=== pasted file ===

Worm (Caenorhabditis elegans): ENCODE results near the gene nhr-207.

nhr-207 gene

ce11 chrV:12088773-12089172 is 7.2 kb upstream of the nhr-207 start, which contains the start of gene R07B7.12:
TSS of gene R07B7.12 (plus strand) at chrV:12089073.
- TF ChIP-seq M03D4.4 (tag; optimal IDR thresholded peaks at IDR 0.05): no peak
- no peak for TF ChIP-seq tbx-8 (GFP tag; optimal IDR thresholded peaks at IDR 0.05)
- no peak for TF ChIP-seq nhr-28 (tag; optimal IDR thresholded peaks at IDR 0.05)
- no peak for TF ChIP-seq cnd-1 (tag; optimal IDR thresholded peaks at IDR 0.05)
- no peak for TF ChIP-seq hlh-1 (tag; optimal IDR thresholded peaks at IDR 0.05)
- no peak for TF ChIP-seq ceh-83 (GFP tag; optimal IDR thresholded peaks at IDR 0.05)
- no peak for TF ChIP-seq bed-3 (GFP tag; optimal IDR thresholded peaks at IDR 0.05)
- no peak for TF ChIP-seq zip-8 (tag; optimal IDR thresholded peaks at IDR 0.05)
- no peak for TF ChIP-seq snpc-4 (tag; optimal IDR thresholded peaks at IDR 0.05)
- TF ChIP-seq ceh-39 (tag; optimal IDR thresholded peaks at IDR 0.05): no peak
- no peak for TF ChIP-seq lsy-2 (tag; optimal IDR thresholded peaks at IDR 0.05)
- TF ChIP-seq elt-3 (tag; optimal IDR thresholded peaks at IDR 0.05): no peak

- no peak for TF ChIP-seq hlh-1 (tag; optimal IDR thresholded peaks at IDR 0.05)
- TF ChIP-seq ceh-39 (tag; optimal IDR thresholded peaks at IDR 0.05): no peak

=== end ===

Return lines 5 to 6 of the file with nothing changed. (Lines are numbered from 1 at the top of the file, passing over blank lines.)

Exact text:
- TF ChIP-seq M03D4.4 (tag; optimal IDR thresholded peaks at IDR 0.05): no peak
- no peak for TF ChIP-seq tbx-8 (GFP tag; optimal IDR thresholded peaks at IDR 0.05)